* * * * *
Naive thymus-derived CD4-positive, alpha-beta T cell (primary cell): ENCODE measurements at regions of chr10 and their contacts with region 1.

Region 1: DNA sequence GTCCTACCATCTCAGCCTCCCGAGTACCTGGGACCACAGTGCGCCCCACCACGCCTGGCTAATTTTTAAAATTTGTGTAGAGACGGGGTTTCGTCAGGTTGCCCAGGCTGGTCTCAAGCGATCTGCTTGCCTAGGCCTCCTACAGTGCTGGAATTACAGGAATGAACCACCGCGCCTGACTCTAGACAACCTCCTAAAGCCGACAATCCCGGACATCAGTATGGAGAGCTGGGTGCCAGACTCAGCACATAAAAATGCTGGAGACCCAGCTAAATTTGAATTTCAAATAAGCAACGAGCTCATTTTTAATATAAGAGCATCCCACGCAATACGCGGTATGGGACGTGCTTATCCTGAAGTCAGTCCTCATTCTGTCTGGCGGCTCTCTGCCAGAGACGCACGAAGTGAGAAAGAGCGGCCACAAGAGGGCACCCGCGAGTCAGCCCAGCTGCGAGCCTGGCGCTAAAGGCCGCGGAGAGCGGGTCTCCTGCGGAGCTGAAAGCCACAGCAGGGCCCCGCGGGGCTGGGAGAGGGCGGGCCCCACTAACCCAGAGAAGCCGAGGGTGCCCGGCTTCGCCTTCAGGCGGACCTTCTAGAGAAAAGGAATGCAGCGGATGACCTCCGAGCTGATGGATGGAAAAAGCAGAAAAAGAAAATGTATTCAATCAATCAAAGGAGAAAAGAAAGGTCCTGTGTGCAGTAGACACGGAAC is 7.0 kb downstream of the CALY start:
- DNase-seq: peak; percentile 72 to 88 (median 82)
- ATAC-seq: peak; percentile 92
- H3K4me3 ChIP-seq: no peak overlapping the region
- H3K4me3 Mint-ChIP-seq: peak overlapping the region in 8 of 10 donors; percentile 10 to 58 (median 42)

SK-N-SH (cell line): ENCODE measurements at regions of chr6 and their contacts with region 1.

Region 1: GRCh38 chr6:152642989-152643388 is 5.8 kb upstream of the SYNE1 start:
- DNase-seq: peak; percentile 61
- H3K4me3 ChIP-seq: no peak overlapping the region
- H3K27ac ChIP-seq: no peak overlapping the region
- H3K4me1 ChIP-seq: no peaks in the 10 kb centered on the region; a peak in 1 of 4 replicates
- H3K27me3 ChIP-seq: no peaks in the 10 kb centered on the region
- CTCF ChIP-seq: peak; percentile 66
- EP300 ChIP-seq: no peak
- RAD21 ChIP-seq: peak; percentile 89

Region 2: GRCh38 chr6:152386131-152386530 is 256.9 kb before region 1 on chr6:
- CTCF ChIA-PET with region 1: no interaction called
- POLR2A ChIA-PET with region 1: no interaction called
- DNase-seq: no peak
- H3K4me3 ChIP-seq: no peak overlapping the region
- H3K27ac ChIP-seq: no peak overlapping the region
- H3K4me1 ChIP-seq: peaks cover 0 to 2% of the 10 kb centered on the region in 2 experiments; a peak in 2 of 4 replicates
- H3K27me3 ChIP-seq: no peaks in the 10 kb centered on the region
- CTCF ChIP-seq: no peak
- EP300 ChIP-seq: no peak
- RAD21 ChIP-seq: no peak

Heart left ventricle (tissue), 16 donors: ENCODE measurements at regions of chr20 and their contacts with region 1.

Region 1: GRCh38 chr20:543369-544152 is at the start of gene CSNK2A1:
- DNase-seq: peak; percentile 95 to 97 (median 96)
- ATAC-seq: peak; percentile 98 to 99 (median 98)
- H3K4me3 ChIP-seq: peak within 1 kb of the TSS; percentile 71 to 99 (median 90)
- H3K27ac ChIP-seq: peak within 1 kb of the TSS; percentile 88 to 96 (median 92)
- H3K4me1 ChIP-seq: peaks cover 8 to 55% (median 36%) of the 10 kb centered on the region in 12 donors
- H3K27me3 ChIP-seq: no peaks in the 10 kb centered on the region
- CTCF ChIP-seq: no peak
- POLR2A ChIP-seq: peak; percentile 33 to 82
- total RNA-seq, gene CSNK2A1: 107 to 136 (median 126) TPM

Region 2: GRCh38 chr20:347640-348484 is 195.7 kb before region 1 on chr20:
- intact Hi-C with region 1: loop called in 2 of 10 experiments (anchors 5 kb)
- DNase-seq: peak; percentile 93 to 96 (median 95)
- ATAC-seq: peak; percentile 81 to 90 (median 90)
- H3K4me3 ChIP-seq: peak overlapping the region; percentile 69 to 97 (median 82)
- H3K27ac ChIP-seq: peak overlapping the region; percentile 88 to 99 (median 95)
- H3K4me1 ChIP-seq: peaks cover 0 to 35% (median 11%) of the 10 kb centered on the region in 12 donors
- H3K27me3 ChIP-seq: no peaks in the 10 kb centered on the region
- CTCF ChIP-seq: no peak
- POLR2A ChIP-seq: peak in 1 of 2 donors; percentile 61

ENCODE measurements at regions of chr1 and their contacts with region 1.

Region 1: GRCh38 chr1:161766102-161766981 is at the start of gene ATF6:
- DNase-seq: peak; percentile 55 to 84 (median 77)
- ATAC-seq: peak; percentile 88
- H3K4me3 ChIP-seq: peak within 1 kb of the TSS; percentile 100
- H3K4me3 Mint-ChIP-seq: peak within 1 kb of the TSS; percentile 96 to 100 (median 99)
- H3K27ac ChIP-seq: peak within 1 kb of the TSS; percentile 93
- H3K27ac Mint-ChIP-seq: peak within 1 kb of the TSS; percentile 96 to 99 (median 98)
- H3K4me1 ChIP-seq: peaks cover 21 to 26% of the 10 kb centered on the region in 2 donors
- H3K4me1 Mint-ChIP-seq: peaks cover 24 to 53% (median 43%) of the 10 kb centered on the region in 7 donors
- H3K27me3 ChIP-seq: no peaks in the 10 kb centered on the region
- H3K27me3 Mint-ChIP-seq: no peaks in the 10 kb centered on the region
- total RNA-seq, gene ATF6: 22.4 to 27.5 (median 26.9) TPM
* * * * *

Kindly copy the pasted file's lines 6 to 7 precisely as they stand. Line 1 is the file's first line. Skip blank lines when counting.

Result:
- H3K4me3 Mint-ChIP-seq: peak overlapping the region in 8 of 10 donors; percentile 10 to 58 (median 42)

SK-N-SH (cell line): ENCODE measurements at regions of chr6 and their contacts with region 1.